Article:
What price safety?
by: David Fierro
I recently had the opportunity to attend a Zero Fatalities ambassador training session.
It was an eye opener.
The first thing I did after the training was contact the people I care about and ask them to please put away their phones when they are driving. Texting while driving has emerged as the leading cause of highway crashes and fatalities, surpassing driving under the influence.
It has become a national epidemic.
Which brings me to a statement made recently by outgoing Transportation Secretary Ray LaHood.
Speaking of the new intelligent vehicle technology, LaHood said the technology will save lives but the cost of the systems will determine consumer acceptance of such technology.
I understand the fiscal reality LaHood acknowledges. Agencies such as US DOT live in a federal budget world and the cost of technology has to be a critical part of any equation.
But what value do we place on the 33,000 lives we lose on the highway every year?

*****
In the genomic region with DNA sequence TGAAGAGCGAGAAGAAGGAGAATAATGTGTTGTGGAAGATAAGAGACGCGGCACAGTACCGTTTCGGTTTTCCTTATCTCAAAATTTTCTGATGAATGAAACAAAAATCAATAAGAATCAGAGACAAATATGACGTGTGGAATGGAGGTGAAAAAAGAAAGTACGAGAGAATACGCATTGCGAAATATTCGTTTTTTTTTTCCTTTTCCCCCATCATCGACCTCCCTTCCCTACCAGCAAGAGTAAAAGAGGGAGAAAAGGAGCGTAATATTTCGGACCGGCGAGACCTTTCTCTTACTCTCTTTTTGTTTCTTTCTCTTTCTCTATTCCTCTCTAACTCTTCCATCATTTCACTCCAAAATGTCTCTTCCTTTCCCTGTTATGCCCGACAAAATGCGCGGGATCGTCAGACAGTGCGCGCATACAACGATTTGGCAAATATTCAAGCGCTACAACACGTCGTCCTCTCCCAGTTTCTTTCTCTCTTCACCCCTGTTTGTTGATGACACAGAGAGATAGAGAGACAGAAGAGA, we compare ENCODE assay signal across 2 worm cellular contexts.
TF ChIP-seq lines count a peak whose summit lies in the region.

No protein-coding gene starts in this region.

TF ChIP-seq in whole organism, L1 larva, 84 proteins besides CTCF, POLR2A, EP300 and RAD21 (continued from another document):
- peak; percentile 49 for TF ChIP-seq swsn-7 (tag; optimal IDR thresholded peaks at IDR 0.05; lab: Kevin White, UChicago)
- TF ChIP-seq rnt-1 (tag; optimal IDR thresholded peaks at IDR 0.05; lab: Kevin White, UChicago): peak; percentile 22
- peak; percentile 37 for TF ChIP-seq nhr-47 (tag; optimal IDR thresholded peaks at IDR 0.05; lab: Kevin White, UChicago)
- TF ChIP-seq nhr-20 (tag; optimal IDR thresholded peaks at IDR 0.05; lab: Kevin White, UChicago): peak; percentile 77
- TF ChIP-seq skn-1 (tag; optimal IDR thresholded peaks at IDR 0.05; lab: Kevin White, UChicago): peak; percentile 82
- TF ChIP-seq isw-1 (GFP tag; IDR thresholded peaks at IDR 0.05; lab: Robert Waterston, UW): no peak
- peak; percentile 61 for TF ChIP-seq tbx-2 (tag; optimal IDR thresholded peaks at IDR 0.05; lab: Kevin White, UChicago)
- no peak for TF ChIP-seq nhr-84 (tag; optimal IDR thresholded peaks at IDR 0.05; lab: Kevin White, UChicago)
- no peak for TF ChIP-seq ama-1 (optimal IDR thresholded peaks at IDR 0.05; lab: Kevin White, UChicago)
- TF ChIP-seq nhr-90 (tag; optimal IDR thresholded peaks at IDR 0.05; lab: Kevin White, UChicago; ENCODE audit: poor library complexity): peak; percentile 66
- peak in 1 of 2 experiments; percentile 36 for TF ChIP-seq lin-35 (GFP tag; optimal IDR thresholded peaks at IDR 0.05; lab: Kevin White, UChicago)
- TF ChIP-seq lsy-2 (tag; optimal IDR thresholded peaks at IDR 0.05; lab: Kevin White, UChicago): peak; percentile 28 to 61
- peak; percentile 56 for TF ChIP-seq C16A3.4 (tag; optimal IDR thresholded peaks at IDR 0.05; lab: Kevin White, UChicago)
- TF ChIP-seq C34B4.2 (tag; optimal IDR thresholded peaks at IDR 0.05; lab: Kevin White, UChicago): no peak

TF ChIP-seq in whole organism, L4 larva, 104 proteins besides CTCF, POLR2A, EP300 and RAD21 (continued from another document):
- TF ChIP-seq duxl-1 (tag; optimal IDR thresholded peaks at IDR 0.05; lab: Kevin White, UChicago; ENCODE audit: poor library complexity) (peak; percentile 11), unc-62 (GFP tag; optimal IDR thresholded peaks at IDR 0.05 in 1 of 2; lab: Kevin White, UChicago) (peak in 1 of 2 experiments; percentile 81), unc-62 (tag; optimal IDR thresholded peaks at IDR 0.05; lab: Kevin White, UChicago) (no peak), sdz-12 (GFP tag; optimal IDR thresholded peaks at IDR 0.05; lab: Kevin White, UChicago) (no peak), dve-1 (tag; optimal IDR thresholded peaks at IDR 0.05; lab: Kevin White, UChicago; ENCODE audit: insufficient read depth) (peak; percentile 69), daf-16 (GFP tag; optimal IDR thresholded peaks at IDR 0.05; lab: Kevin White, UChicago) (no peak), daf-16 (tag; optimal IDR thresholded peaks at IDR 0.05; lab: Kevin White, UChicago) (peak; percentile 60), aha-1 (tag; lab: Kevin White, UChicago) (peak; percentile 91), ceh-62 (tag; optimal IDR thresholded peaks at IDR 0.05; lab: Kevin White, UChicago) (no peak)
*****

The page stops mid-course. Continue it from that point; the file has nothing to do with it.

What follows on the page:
"These are definitely safer vehicles. At what cost though?" Ray LaHood told reporters at a connected-vehicle conference in Ann Arbor, Michigan. "To me, that's what the bottom line's going to be. Safety has a cost and we're going to have to make that judgment."
LaHood declined to estimate what the cost of the technology that allows vehicles to communicate with each other and surrounding infrastructure would need to be to attract wide adoption by consumers.
"It will be up to car manufacturers to help us figure out what the cost of all this is going to be," LaHood said at a University of Michigan Transportation Research Institute conference.
The U.S. Department of Transportation and the University of Michigan fitted almost 3,000 cars, trucks, buses and motorcycles with wireless devices that track other vehicles' speed and location, alert drivers to congestion, or change a traffic light to green.
Vehicle-to-vehicle communication may help avoid or reduce the severity of four out of five crashes that occur when a driver is not impaired, U.S. regulators have said.